Last Thursday night, one of the guys told me that I made the best soup in the U.S. I told him that I wouldn’t know, because I haven’t gotten around that much to sample soup. He assured me that he had and that mine was the best in the U.S. With humble pride, I will accept his assessment.
Now you probably want a recipe. Well, I can’t remember that far back, but maybe I can give you the recipe for the soup I made on Tuesday. I started at 7AM. I placed a seventeen pound turkey into a large roasting pan and filled the pan up with water. I placed the lid on and roasted it at 350 degrees for almost four hours. (It was in a semi-frozen state when I started, and I don’t just mean the state of Pennsylvania.) I drained the broth from the roaster pan into my 22 quart double boiler set up and let the turkey cool for a bit. While that was cooling, I added a handful of Greek oregano into the broth, and chopped and added vegetables to the pot. I kept the water in the outer pan pretty high and the heat on the burner set to high. I added one pound of carrots, about a half a celery root, about three pounds of russet potatoes (leaving the skins on), six eight inch tall stalks of broccoli, one large head of cauliflower, four entire leeks, three large, red, sweet peppers, a big bunch of cilantro (stems and all), a baby bok choi and a yucca root (peeled). By then the turkey had cooled sufficiently that I could start tearing it off the bones and throwing into the pot, which I did.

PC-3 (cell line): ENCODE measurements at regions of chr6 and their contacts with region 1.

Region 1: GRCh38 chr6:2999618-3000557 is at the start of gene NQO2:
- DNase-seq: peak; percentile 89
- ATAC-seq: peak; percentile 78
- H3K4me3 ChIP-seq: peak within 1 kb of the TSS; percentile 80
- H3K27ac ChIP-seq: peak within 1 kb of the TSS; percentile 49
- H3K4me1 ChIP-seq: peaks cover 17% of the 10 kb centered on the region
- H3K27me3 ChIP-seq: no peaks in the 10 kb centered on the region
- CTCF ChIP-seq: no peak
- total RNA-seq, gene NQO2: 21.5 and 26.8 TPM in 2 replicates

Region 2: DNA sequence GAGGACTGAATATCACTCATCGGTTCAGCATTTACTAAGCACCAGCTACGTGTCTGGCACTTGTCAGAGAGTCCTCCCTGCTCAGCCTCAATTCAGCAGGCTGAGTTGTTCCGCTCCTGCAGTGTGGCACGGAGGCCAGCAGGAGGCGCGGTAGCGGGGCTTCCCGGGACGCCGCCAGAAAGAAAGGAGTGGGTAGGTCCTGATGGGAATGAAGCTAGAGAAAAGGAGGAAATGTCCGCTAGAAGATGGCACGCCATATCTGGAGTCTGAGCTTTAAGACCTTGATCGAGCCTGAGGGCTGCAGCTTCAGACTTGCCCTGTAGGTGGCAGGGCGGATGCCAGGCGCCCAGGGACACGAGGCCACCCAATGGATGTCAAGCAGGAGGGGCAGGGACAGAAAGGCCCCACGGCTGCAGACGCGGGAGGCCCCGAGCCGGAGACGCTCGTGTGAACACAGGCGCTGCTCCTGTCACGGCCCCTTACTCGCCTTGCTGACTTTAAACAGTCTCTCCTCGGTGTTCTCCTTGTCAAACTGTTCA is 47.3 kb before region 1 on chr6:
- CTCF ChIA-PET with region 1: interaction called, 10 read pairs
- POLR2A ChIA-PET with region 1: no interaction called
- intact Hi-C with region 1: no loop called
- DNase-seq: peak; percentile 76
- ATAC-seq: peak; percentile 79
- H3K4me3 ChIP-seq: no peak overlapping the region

The yucca root was an impulse buy. It was sitting all lonely in the middle of a table of greens at Produce Junction, with no label or price. I snatched it and took it to the check out. I asked the girl what it was. She told me it was a yucca root. I asked if yucca root was any good. She said she didn’t know. I asked how much they cost. She said $1.75 for two. I said, you only have one. She said $1 then. So I Googled yucca root. It turns out it is also called manioc and is the source of tapioca. It can be toxic unless the waxy skin is removed and it is cooked thoroughly. They are a good source of vitamins C, B & A, and phosphorus, potassium and iron. They are a natural anti-inflammatory and promote colon health.
I let the soup cook for several more hours. I added a couple of quarts of boiling water. I then added about three tablespoons of granulated garlic, about a tablespoon of parsley flakes, two tablespoons of ground sage, three tablespoons of salt and twenty-one twists at medium grind of mixed peppercorns from the grinder. The pot was full to the top.
When it was time to leave for Philadelphia, I dumped the soup into the Igloo cooler and loaded into the back of the TKJ-mobile. It was piping hot, when we served it an hour and a half later. The guys told me that it was “all that!” I think that means that it was bumpin’.